How Brexit Changes Traveling to Britain

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It’s been three weeks since Brits voted to abandon the EU, and, while the country reshapes itself—David Cameron submitted his resignation July 13; Scotland intends to hold another referendum; Northern Ireland debates reuniting with Ireland; and the Chief Mouser, Larry, will keep his cabinet position—what ultimately happens in the aftermath is far from clear, but the Brexit effects on American travelers can be felt immediately.

More Bang for the Benjamins
The most immediate effect can be seen in the exchange rates between the two countries, which hit a 30-year low (falling below $1.30) in the days following the vote. Though the rates have since stagnated and the Pound Sterling has bounced back slightly, a trip to London is still way more affordable than it was just months ago, meaning a dinner at the chippy won’t cost an arm and a leg but rather an arm and maybe a big toe.

Flights Are Cheap…For Now
As Europeans scramble to make sense of their economy, tourists, particularly American tourists, have begun to see the UK, for the first time, as an affordable destination. Since the Brexit, interest in London and Edinburgh, for example has soared more than 50 percent.

Airlines also began “Brexit Sales” on June 28, which has seen flights from the U.S. to the UK plummet to a three-year low—down more than 15 percent. But Brexit isn’t the sole cause for the low rates. The current convergence of low oil prices, a strong dollar and tumultuous Pound has yielded insanely cheap travel that will, more than likely, not last. In fact, if the EU excludes Britain from the European Open Skies Agreements, flight prices could seen soar. So it’s best to book ASAP.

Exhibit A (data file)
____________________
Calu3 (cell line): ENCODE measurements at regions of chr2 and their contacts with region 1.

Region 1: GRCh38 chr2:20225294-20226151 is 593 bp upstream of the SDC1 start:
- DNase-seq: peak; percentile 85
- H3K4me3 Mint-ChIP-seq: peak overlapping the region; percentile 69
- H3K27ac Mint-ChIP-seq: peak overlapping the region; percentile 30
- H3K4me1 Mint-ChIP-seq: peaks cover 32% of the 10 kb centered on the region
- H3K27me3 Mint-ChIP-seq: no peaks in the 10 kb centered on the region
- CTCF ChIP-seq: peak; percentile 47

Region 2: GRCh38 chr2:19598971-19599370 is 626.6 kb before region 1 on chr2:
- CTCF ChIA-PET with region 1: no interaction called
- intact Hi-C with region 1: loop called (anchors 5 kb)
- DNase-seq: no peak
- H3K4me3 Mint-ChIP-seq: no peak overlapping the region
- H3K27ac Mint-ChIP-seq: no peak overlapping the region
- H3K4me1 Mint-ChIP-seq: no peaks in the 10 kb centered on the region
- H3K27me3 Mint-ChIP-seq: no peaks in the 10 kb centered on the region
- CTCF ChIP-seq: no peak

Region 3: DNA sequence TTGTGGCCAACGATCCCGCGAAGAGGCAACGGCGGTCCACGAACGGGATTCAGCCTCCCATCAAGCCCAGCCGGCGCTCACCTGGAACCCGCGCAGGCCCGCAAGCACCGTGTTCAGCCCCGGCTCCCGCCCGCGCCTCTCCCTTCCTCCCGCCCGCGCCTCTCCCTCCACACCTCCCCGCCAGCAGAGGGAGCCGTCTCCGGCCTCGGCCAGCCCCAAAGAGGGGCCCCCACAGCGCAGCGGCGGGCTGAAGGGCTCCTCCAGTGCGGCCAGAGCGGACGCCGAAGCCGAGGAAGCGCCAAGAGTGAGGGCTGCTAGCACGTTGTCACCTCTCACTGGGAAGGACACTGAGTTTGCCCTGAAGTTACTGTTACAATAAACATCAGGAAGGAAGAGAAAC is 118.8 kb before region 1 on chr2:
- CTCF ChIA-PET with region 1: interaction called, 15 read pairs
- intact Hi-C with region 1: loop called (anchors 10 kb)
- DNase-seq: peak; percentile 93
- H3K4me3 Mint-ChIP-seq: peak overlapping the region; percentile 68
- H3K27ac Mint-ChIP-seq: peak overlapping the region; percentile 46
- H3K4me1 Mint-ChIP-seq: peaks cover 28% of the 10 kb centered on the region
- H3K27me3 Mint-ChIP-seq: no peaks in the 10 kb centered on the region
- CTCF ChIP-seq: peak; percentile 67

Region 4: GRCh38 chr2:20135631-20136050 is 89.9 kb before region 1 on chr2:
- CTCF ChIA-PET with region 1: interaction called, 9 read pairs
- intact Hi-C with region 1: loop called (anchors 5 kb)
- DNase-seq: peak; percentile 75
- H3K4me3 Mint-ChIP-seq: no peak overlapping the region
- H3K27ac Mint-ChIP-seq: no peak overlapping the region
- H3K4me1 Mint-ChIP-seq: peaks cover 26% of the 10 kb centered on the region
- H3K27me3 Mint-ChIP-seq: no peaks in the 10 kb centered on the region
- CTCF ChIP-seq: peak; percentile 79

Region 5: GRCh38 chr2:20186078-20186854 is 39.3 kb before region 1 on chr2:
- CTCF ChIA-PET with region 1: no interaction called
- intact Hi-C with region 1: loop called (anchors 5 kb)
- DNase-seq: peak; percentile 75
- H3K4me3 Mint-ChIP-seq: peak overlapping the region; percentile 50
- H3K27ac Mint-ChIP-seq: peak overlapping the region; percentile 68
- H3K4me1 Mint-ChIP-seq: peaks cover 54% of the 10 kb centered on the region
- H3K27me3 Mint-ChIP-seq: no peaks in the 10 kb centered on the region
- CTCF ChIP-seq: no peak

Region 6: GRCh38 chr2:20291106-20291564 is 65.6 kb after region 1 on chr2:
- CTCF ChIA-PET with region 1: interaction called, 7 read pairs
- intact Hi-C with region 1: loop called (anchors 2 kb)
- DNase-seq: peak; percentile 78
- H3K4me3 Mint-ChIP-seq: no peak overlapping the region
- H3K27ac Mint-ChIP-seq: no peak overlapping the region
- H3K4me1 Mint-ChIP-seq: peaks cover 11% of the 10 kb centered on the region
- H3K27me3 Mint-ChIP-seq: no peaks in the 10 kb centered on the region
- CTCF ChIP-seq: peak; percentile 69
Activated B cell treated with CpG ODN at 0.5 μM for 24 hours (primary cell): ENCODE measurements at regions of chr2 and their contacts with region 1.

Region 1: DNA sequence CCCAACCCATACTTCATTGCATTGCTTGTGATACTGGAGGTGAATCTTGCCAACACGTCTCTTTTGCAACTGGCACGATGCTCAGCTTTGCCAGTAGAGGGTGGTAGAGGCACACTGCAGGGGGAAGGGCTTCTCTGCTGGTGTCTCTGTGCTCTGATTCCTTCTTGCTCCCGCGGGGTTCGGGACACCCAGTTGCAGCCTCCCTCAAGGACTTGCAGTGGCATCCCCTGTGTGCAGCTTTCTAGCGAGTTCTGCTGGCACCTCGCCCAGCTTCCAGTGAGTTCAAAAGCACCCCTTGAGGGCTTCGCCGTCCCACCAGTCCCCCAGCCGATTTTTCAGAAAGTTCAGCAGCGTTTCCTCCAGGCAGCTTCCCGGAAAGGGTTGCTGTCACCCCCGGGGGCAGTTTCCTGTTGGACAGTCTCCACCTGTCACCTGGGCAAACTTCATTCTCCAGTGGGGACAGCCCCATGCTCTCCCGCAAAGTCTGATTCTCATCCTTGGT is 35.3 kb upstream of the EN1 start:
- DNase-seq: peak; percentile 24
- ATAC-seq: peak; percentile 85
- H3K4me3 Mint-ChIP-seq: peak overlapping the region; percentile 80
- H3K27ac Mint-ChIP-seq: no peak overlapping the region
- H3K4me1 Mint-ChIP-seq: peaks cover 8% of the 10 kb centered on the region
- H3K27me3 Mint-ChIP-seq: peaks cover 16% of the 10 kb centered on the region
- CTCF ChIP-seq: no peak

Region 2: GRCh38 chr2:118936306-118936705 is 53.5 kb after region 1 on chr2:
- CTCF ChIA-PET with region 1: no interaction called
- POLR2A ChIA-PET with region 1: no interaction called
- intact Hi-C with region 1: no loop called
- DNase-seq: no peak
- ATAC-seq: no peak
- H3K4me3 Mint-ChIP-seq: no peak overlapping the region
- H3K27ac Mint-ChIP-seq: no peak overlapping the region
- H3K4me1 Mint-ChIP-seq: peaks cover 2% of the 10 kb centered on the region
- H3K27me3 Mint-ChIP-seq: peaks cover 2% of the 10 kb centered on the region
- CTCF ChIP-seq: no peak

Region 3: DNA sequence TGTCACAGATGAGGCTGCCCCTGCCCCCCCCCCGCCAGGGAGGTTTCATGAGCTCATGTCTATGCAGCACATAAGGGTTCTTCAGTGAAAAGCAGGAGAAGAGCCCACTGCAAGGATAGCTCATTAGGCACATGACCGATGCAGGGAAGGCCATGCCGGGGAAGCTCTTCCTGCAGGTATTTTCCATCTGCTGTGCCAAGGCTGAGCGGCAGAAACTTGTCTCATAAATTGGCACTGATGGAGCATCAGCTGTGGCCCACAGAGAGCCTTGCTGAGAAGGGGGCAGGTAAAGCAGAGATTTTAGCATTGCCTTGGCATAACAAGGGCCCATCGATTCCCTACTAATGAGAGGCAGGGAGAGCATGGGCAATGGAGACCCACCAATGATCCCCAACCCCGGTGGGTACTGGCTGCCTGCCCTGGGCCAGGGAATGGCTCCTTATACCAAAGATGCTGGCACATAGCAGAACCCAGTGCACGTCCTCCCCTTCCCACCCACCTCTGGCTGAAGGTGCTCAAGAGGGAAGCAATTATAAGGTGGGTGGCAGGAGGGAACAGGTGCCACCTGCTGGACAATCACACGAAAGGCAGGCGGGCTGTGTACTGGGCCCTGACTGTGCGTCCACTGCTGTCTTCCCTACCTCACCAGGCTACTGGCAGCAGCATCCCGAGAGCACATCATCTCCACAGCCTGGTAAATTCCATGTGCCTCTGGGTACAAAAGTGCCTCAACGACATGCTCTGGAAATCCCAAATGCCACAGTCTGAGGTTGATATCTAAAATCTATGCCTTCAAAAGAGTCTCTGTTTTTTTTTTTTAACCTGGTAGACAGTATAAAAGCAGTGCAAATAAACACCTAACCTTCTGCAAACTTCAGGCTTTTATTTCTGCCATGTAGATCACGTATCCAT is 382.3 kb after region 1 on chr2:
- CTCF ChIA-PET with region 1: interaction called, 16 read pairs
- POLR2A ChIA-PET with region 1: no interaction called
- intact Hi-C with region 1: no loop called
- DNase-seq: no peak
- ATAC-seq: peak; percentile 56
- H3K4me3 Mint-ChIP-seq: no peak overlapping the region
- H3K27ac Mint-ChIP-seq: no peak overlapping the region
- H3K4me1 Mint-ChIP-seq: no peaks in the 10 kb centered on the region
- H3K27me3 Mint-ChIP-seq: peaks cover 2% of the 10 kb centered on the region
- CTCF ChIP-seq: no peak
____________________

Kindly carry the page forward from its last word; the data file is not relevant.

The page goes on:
Will anything change at the border?
The short answer: No. The long answer: It’s complicated.

As for now, American travelers will still have a six-month visa in the UK, and travelers will be free to travel the country without issue. A potential problem come into play with Northern Ireland. Currently, Northern Ireland and Ireland share a restriction-free border, meaning no passport was required for travel between the two countries—even though both are EU members and use different currencies. With Britain’s exit, this may no longer be the case. Ireland’s Prime Minister Enda Kenny wrote in The Guardian, “What is not easy to quantify and mitigate is the psychological effect of a hardening border on an island. My fear is that it would play into an old narrative—one of division, isolation, and fear.” What he fails to mention is that division could potentially lead to the first good U2 album in 20 years.

Tom is a travel writer, part-time hitchhiker, and he’s currently trying to imitate Where in the World is Carmen Sandiego? but with more sunscreen and jorts.

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